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m_lapaglia

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Sorry but there are a few.

1: Is a starting SG of 1.127 For sugar and water, about 3 liters worth, too high to an SG to start a good fermentation using Lalvin's EC-1118? Yeast was rehydrated per guidelines and there was less than 10 Deg C difference in temp between must and yeast.

2: Assuming the above is ok, after 2 days using a gallon jug and a S-shaped airlock, is 16 bubbles a minute good, bad, or otherwise. Temp is 76 deg. Airlock is filled to proper line with water. Seal is good between stopper, bottle and airlock. In other words, after 2 days with a good fermentation going how many bubbles a minute is expected with an S-shaped airlock?

3: with a starting SG of 1.090, 1.5 liters Sugar water and K1-1116 lalvin yeast what kind of SG drop can I expect after 2 days? It went from 1.090 to 1.062. Is this good? Bad? Should I go back to Geocaching because I don't have the patience to make alcohol :D

4: with a starting SG of the 1.127, 3 liters of Sugar water and CE-1118 Lalvin yeast what kind of SG drop can I expect after 2 days? It went from 1.127 to 1.112.

5: Is there a chart or something that can show me what to expect in SG drops over time?

6: am I over thinking this bubble and SG thing since its only been 56 hours?

7:So maybe I just had a revelation. The Guy at the LHBS said I should be getting a lot of action on the airlock. But he was assuming 5 -6.5 gallon primary fermenter. Wouldn't a 1 gal fermenter have a lot less yeast due to the smaller volume and therefore a lot less gas generated?



For what its worth its Aurora Colorado water the LHBS says our water is great for brewing wine and beer. The Sugar is C&H pure cane sugar. It was what we had in the house. The yeast was purchased from a fresh shipment at the LHBS and refrigerated until 2 hours before it was used. I'm sure I missed some bit of information but I figure if I give you as much as I know it saves on back and forth questions.

Thanks Everyone.
 
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CBBaron

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I'm a beginner wine maker also but I do have a few beers under my belt. However I really think you need to learn some patience.
1. EC-1118 is I believe good for 18% so should have no problem with a high gravity must.
2. 16 bubbles a second is a pretty good rate for a 1 gal wine.
3-7. Start thinking about your wine in terms of weeks and months instead of days and hours. It will take a couple weeks to complete the fermentation. The rate will build up early as the yeast population increases then slow down as the available sugars decrease in concentration. This curve is affected by the number and viability of the yeast you pitched, the temperature, the gravity of the must, the O2 in the must and the nutrients for the yeast.
From what I have seen primary fermentation (SG dropping below 1.010) takes 1 to 2 weeks. Then you can transfer to the secondary where the wine will continue to drop over the next couple weeks to dry below 1.000. Then you need to leave it clear and age which can take several weeks to months.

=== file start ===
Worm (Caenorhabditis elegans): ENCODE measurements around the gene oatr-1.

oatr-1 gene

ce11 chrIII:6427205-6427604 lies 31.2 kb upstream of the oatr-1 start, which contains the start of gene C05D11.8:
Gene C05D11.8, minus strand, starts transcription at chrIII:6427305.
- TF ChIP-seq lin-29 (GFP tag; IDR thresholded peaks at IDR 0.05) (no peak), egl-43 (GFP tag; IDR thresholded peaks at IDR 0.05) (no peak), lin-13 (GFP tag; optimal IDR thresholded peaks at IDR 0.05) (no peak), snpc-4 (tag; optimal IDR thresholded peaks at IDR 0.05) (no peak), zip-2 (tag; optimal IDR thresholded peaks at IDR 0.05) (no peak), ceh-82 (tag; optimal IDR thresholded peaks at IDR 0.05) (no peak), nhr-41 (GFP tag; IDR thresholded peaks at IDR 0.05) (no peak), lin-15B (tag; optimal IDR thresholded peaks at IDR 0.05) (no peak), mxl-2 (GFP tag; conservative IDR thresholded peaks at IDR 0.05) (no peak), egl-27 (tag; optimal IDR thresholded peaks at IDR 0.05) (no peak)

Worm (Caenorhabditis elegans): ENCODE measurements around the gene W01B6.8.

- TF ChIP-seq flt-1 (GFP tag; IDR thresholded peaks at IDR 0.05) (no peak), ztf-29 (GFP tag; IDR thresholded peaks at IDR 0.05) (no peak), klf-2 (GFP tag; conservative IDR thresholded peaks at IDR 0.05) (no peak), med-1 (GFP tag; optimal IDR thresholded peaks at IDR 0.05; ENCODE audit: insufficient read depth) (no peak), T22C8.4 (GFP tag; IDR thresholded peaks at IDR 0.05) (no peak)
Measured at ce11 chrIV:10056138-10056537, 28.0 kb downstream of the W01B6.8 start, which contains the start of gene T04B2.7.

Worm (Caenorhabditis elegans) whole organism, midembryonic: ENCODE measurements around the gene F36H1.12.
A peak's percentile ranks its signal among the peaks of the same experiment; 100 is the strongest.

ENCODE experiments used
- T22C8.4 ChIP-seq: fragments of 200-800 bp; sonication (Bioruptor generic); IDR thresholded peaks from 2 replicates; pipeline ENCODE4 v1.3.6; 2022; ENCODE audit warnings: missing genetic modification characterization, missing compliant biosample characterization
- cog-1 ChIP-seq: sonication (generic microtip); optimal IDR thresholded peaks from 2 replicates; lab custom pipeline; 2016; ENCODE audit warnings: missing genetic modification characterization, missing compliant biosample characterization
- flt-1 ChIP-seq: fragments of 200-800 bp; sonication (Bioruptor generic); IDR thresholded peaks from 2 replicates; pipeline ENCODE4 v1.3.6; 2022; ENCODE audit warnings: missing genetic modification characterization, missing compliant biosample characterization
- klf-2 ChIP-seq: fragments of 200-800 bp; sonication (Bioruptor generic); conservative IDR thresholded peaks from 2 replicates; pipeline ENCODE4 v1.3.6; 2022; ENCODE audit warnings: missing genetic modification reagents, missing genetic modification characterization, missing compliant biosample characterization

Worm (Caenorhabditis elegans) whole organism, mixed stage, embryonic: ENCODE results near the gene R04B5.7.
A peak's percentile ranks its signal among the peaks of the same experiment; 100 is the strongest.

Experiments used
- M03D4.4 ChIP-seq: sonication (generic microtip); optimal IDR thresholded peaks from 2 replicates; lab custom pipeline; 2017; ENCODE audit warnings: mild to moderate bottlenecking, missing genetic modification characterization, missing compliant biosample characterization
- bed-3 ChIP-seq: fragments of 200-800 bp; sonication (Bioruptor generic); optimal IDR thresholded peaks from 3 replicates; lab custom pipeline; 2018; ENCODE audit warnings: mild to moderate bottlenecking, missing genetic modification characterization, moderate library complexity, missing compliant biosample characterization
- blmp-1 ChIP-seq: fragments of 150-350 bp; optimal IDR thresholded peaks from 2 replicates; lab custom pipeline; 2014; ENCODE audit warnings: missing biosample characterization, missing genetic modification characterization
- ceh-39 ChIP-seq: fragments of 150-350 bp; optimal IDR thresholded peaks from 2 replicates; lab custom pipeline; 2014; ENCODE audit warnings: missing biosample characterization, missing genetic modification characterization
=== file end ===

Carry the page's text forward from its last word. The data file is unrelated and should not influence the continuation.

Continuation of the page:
Craig
 

Sacalait

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Patience, patience, patience...

Try getting some air into the must. Take the air lock off and shake the jug getting as much air into the must as you can, it sounds as if you're starving the yeast of air. Do this a couple times a day. Normally the must is in an open container which allows air in. When the SG drops to 1.010+/- it is then transfered to a container and fitted with an air lock. Air , or O2 is your friend at first but your enemy later in the process and that's why the air lock is used.

My last 3 wines went from 1.090 to 1.010 in 3 days which is too fast in my opinion but there was little I could do about it. Nevertheless, keep plugging away, you'll get there.
 

m_lapaglia

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Patience, patience, patience...

Try getting some air into the must. Take the air lock off and shake the jug getting as much air into the must as you can, it sounds as if you're starving the yeast of air. Do this a couple times a day. Normally the must is in an open container which allows air in. When the SG drops to 1.010+/- it is then transfered to a container and fitted with an air lock. Air , or O2 is your friend at first but your enemy later in the process and that's why the air lock is used.

My last 3 wines went from 1.090 to 1.010 in 3 days which is too fast in my opinion but there was little I could do about it. Nevertheless, keep plugging away, you'll get there.

Would an airstone with pure O2 be too much? I have access to unlimited O2.
 

Sacalait

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Sure, that would work but be sure to sanitise it first. Dunk it in a solution of K-meta, rinse it off and give it a try. Let it go for about a minute and reattach the air lock. Since this is pure O2 this may be the only airing necessary. Really, I'm just shooting from the hip here since I've not tried it myself but I wouldn't mind trying it on my own.